the present inquiry does not aim at theoretical knowledge like the others (for we are inquiring not in order to know what virtue is, but in order to become good, since otherwise our inquiry would have been of no use).

Now we have more of a dilemma. Aristotle is saying that just knowing about the good is of no use! One could conclude, then, that what goes on in academic philosophy courses in terms of ethics is useless. Food for thought, anyway, but the point is that wisdom would be knowing how to be good, and not just about what the good is in a “theoretical” sense, and so academic philosophy is not about wisdom.

At this juncture, one could ask: should we rename academic philosophy for reasons of truth in advertising, or should we remake academic philosophy such that it is actually philosophical?

McGinn wouldn’t like this question, and he thinks that calling what “we” do “Ontics” would get us out of this jam once and for all. He writes:

…“ontics” will certainly not be confused with “philosophy” in the vernacular sense — so no more of that tedious linguistic wrangling about what a “philosopher” is or should be.

We can then leave the word “philosophy” to those practical sages, reputable or disreputable, that tell people how best to live, proudly calling ourselves by a name far more appropriate to what we actually do.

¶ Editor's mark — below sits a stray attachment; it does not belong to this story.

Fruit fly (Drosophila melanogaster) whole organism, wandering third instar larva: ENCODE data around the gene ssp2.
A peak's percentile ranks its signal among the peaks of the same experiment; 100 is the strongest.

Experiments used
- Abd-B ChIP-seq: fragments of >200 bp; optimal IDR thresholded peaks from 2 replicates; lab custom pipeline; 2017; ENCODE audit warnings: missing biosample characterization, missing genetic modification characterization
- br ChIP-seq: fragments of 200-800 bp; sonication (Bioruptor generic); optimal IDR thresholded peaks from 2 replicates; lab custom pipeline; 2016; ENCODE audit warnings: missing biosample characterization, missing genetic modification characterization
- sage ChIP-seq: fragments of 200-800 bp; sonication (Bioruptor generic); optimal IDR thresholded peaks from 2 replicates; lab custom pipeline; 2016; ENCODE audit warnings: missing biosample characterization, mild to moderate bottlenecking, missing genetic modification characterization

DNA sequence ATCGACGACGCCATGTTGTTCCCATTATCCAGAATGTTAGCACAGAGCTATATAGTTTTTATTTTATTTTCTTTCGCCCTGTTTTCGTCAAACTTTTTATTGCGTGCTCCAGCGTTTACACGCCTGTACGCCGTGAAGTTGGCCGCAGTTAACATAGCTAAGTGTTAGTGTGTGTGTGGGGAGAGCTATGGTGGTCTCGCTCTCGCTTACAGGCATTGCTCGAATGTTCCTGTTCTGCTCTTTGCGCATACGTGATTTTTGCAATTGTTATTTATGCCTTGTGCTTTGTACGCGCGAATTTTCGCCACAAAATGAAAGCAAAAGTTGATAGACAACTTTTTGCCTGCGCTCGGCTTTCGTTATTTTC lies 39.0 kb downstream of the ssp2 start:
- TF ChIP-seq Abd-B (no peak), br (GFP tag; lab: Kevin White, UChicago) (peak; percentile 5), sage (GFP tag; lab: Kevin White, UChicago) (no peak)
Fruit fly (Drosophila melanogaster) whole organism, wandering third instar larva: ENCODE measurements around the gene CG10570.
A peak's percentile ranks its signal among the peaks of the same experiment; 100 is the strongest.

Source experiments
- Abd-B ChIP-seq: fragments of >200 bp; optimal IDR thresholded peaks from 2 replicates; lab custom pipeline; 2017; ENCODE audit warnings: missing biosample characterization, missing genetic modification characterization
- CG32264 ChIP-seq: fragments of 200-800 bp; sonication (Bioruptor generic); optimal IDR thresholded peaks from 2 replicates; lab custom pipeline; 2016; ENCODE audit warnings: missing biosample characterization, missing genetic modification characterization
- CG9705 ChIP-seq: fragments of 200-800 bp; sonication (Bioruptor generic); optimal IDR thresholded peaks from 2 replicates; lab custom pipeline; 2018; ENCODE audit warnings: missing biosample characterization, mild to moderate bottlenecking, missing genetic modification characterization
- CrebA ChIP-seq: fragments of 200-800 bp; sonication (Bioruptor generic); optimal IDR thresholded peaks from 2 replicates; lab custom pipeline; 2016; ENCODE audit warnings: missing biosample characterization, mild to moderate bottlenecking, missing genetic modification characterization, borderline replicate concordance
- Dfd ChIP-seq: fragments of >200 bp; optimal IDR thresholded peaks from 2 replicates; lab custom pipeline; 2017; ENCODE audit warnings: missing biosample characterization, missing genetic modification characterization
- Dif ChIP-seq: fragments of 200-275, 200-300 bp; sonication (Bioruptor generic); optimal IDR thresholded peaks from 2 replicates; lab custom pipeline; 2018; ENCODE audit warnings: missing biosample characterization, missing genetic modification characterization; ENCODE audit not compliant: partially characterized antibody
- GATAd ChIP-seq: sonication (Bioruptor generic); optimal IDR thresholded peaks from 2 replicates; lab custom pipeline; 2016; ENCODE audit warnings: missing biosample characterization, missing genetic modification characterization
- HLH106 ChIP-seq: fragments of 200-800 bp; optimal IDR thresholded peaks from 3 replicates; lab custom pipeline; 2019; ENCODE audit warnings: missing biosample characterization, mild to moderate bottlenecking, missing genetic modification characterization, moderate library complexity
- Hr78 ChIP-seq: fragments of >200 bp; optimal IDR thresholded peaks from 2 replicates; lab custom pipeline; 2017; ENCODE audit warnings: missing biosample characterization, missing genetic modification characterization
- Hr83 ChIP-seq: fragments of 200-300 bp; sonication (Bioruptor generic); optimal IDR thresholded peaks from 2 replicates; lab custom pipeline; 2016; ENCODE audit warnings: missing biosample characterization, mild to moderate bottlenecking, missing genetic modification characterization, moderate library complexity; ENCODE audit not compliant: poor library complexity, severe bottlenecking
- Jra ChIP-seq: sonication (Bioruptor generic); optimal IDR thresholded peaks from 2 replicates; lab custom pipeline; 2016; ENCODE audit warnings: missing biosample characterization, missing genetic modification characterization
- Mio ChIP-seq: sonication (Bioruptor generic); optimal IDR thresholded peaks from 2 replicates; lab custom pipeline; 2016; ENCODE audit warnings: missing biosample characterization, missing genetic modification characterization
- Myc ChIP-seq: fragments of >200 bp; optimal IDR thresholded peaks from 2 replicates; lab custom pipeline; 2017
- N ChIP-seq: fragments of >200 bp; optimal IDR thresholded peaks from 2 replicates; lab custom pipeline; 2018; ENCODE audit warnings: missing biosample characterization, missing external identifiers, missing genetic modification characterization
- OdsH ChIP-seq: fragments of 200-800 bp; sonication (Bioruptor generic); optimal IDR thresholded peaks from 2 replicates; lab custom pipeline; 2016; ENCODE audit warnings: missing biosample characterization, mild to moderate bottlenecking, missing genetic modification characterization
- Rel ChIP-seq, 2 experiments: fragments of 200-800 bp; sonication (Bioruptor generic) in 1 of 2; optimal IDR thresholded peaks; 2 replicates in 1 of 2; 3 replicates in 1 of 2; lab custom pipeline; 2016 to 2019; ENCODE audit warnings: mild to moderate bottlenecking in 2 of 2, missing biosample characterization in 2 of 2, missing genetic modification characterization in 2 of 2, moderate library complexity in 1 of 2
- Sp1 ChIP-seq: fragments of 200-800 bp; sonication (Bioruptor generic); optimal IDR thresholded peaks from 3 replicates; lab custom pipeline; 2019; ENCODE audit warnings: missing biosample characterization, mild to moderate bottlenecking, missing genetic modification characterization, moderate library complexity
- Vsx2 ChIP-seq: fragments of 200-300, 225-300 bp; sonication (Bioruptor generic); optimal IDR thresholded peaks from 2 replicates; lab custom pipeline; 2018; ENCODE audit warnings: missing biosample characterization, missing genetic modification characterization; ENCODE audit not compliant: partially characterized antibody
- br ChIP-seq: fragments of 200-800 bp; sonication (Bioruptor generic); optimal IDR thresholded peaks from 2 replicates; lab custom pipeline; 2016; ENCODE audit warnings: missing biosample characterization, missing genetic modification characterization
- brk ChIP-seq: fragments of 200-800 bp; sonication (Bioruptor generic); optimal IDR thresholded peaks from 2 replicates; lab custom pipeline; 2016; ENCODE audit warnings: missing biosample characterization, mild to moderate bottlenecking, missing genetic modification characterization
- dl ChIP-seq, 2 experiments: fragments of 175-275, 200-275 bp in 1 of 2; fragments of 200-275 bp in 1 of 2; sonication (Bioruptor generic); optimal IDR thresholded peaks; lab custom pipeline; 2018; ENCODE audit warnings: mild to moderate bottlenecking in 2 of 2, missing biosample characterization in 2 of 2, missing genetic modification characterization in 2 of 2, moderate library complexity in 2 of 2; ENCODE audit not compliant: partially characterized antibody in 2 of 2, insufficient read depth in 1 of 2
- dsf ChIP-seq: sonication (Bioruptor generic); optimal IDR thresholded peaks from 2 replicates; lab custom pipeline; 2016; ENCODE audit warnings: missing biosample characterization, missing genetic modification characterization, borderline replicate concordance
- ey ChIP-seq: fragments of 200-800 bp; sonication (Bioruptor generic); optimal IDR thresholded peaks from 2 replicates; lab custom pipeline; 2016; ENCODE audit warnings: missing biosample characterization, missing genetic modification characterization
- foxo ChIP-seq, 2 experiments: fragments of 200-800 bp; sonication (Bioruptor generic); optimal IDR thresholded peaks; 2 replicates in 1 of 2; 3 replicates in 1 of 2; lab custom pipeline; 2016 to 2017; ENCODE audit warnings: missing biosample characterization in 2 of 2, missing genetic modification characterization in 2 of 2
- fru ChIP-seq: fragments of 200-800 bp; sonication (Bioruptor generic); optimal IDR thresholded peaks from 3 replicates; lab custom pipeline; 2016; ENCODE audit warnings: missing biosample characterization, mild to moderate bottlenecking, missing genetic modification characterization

Maybe. I’m interested to how Graham Harman would define philosophy, whether he sees it as the “advice giving” enterprise McGinn wants reserve for that title or as something else. Harman’s blog entry just insists that philosophy is not a science, without saying what he means by that. I would say there is an organized body of knowledge about philosophy, that is, there is a “science” of philosophy. But just as, although there is a science of nature, nature is not a science, so too philosophy is not a science. Or, as I like to put it, philosophy is not an academic discipline like physics or biology is an academic discipline. The discipline we call “philosophy” is mainly about philosophy without being philosophy, just like the discipline called “ethics” is not inherently ethical, nor are ethics professors inherently ethical, or more ethical than others.